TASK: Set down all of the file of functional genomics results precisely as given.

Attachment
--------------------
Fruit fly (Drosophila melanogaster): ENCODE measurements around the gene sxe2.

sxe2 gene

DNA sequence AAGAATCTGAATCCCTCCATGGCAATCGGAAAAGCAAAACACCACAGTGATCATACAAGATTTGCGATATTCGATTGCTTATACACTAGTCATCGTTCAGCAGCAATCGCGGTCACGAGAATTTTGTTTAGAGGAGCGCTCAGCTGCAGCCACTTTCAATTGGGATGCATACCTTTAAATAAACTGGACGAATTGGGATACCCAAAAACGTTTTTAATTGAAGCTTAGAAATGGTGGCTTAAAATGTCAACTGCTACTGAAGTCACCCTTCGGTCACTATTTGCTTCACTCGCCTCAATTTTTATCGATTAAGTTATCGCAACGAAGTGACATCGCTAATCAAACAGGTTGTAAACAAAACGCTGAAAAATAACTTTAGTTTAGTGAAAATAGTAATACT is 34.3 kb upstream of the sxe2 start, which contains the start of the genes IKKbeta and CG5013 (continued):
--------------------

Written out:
Fruit fly (Drosophila melanogaster): ENCODE measurements around the gene sxe2.

sxe2 gene

DNA sequence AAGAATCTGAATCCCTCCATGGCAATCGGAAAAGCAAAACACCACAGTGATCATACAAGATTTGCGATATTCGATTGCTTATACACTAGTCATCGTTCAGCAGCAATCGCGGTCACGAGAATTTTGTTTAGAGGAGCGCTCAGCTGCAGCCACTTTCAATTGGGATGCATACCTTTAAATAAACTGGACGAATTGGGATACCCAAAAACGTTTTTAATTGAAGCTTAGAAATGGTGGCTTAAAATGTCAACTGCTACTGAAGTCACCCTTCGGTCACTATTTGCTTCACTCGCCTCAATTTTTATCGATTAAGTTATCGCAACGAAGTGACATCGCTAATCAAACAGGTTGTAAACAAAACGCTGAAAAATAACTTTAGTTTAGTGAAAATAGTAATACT is 34.3 kb upstream of the sxe2 start, which contains the start of the genes IKKbeta and CG5013 (continued):